French police face probe after video emerges of Paris protest clashes

French prosecutors have launched a probe into alleged police violence after a video emerged that appeared to show an officer firing point-blank at protesters with a riot control gun at a Paris march backing strikes.

French police face probe after video emerges of Paris protest clashes

The video, widely distributed on social media, shows police in riot gear beating protesters with batons as one officer walks right up to the group with a riot gun, after which a marcher is seen tumbling to the ground.

In the video, several protesters are left sprawling on the ground in the aftermath of the police advance on the protest in Paris.


The Paris prosecutor’s office said an investigation had been opened into violence committed by a person holding public authority.

The probe has been entrusted to the IGPN, the police oversight body. In a statement to AFP, Paris police described the video “fragmentary and out of context.”

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“The police and gendarmes were attacked by violent people and retaliated with… tear gas and defensive bullet launchers,” it said.

The defensive bullet launchers are anti-riot guns used by French police, known as LBDs in France. They fire non-lethal 40-millimetre rubber balls.

In a tweet on Friday, the police department said its officers were confronted Thursday by “hostile and threatening groups” and targeted by projectiles thrown at them.

Twenty-seven people were arrested, the police said, adding 16 of its members were hurt in the confrontations. There has been no complaint from any protester hit by a rubber bullet, said the police.

The LBD gun has been blamed for several protesters losing an eye during weekly, anti-government “yellow vest” protests which started more than a year ago and have often turned violent.

The IGPN is investigating 212 cases of alleged police brutality during yellow vest protests. 

Social media has become an important tool for protesters seeking to spread awareness of police misconduct, with several videos showing alleged violent incidents from across the country.  

Member comments

  1. Should have been using live rounds. That would have given them something to complain about.

    What about an investigation into all the lost trade and looting of shops. Of course if one is in business you are automatically wealthy so no one give a damn.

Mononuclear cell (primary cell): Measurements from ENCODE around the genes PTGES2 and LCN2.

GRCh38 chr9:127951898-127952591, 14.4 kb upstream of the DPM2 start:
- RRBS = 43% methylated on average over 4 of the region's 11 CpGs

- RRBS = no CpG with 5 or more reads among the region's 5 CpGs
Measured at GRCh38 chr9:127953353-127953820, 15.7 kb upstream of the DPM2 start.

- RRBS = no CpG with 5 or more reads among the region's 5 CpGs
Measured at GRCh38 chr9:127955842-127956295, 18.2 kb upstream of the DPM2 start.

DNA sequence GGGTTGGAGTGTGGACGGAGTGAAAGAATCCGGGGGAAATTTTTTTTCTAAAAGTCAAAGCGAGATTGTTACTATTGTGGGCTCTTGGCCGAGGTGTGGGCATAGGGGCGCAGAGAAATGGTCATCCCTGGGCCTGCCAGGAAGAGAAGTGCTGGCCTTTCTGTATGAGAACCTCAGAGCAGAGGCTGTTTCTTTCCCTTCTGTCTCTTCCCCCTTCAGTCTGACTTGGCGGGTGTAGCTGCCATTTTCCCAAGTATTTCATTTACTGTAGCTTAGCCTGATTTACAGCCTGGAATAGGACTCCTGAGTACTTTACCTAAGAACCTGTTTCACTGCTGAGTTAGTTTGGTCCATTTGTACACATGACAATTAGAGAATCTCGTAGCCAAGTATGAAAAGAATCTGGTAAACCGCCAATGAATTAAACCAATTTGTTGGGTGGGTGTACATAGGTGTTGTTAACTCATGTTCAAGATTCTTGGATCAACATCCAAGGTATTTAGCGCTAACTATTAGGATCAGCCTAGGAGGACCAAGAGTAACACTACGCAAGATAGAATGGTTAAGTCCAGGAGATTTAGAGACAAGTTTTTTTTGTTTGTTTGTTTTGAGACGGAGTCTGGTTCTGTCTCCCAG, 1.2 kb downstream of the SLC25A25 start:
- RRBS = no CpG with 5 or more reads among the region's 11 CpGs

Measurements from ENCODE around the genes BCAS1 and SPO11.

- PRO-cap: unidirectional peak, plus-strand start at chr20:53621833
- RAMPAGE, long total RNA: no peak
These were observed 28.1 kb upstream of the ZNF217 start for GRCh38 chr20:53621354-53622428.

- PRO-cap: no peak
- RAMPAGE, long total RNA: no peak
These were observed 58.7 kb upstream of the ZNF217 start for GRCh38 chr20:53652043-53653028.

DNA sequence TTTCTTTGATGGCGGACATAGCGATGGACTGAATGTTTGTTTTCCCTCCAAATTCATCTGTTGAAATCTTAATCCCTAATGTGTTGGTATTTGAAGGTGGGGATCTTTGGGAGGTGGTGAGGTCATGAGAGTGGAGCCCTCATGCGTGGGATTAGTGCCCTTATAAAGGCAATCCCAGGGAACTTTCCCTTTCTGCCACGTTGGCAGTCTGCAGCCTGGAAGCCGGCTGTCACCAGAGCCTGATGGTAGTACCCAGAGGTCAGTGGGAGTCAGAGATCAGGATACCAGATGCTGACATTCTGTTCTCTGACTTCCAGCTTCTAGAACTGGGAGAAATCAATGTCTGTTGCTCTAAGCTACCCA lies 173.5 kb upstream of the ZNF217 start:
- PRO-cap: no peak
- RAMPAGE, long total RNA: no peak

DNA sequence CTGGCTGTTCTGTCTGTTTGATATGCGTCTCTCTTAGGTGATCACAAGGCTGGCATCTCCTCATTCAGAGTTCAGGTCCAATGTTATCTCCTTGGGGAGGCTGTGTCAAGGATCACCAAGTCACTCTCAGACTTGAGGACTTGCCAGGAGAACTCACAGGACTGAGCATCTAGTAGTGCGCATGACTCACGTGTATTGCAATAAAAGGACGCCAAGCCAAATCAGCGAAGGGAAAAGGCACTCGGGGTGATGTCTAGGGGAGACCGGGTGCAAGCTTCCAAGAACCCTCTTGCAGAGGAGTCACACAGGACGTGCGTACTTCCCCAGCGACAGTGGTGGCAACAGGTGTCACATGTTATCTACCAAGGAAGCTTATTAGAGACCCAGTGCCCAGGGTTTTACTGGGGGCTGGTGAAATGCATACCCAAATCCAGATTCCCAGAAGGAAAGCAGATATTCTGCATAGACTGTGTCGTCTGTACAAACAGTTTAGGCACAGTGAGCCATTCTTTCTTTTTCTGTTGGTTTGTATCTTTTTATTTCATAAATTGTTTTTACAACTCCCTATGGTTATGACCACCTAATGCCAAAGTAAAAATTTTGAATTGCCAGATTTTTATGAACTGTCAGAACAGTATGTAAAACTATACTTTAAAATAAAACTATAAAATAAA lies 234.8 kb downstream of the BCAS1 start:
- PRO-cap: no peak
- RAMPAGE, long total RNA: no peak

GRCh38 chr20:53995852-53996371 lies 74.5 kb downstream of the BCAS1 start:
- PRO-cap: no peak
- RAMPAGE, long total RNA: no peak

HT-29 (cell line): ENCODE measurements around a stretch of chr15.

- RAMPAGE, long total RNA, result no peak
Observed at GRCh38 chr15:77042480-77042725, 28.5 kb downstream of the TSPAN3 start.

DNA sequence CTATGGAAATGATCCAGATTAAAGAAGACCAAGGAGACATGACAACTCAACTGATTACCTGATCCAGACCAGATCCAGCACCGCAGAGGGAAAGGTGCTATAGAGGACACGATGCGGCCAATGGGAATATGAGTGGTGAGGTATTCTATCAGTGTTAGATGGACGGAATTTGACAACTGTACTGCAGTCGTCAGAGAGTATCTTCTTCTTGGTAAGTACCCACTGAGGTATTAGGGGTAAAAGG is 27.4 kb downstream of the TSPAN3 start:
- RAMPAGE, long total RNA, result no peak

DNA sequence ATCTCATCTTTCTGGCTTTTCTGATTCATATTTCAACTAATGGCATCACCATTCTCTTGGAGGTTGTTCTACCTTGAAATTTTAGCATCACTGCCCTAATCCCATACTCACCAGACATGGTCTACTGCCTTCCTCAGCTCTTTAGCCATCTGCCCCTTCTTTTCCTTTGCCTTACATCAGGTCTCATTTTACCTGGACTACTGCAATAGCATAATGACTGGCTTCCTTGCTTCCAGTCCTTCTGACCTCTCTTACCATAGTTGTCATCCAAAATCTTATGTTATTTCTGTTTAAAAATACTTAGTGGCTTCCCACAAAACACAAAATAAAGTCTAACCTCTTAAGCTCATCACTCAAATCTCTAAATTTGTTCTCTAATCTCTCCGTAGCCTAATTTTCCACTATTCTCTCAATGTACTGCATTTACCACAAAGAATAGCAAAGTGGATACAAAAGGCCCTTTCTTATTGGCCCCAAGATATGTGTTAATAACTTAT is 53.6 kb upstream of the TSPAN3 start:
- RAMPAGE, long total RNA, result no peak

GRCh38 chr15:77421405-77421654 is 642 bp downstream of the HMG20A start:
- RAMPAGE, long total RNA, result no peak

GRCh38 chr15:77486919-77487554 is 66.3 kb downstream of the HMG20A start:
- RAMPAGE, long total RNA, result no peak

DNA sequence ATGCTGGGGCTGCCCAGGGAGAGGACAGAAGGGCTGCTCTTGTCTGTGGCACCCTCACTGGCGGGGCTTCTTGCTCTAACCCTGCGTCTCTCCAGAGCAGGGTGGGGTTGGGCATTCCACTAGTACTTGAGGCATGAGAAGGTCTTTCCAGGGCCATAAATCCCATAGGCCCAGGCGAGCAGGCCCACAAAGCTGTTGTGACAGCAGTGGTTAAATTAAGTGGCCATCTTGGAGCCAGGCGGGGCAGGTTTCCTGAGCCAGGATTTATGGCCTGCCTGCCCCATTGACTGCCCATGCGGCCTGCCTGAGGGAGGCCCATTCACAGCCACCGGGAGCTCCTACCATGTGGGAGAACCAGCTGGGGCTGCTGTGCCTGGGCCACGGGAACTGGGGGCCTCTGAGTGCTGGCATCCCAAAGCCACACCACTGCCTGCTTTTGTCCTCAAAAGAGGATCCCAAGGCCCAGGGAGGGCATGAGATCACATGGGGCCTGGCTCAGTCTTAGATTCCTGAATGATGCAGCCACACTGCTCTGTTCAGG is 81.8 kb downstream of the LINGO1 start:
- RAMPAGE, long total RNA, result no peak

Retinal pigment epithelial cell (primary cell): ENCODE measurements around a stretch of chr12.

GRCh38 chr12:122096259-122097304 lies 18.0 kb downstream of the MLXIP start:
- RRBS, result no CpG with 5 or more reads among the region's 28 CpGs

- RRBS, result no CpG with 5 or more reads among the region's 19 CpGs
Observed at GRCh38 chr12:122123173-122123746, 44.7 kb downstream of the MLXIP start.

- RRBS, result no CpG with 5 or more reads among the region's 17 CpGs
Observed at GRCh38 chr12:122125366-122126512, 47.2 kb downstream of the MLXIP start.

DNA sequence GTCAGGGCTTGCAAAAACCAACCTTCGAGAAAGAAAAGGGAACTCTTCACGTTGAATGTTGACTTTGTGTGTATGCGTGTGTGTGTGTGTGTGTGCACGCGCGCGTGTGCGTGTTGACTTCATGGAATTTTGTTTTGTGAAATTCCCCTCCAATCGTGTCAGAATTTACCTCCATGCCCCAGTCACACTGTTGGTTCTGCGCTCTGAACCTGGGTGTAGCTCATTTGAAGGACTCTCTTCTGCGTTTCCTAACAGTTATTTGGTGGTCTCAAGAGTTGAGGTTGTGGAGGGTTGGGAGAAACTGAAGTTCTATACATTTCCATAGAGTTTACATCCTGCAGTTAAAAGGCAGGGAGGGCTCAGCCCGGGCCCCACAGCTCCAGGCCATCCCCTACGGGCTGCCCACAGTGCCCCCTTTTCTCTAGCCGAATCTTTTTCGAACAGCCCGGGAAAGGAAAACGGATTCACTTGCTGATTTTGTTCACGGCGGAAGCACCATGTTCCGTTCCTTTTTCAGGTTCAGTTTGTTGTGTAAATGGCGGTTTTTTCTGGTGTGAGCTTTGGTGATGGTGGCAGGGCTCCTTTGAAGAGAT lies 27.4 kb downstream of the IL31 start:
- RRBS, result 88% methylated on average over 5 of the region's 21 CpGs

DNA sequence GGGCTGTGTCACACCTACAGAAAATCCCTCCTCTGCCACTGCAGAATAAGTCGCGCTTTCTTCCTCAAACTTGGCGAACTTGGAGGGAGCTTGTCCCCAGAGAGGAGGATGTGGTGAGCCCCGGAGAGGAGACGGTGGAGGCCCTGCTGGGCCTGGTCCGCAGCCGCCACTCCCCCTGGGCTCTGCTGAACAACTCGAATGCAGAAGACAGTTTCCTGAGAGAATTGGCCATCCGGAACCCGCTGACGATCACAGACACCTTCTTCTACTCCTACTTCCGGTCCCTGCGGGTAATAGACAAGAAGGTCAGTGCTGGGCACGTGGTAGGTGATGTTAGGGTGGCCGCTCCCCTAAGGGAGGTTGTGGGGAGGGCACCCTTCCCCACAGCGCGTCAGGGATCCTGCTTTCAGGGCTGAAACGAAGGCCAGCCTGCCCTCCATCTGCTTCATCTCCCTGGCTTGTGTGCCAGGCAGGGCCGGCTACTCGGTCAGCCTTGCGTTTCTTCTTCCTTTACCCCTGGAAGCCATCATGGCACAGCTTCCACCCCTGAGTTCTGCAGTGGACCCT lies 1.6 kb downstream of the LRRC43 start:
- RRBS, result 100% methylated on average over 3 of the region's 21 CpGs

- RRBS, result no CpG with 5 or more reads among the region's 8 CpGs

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Fluffy nuisance: Outcry as Paris sends Invalides rabbits into exile

Efforts to relocate wild rabbits that are a common sight on the lawns of the historic Invalides memorial complex have provoked criticism from animal rights groups.

Fluffy nuisance: Outcry as Paris sends Invalides rabbits into exile

Tourists and Parisians have long been accustomed to the sight of wild rabbits frolicking around the lawns of Les Invalides, one of the French capital’s great landmarks.

But efforts are underway to relocate the fluffy animals, accused of damaging the gardens and drains around the giant edifice that houses Napoleon’s tomb, authorities said.

Police said that several dozen bunnies had been captured since late January and relocated to the private estate of Breau in the Seine-et-Marne region outside Paris, a move that has prompted an outcry from animal rights activists.

“Two operations have taken place since 25 January,” the police prefecture told AFP.

“Twenty-four healthy rabbits were captured on each occasion and released after vaccination” in Seine-et-Marne, the prefecture said.

Six more operations are scheduled to take place in the coming weeks.

Around 300 wild rabbits live around Les Invalides, according to estimates.

“The overpopulation on the site is leading to deteriorating living conditions and health risks,” the prefecture said.

Authorities estimate the cost of restoring the site, which has been damaged by the proliferation of underground galleries and the deterioration of gardens, pipes and flora, at €366,000.

Animal rights groups denounced the operation.

The Paris Animaux Zoopolis group said the rabbits were being subjected to “intense stress” or could be killed “under the guise of relocation”.

“A number of rabbits will die during capture and potentially during transport,” said the group, accusing authorities of being “opaque” about their methods.

The animal rights group also noted that Breau was home to the headquarters of the Seine-et-Marne hunting federation.

The police prefecture insisted that the animals would not be hunted.

In 2021, authorities classified the rabbits living in Paris as a nuisance but the order was reversed following an outcry from animal groups who have been pushing for a peaceful cohabitation with the animals.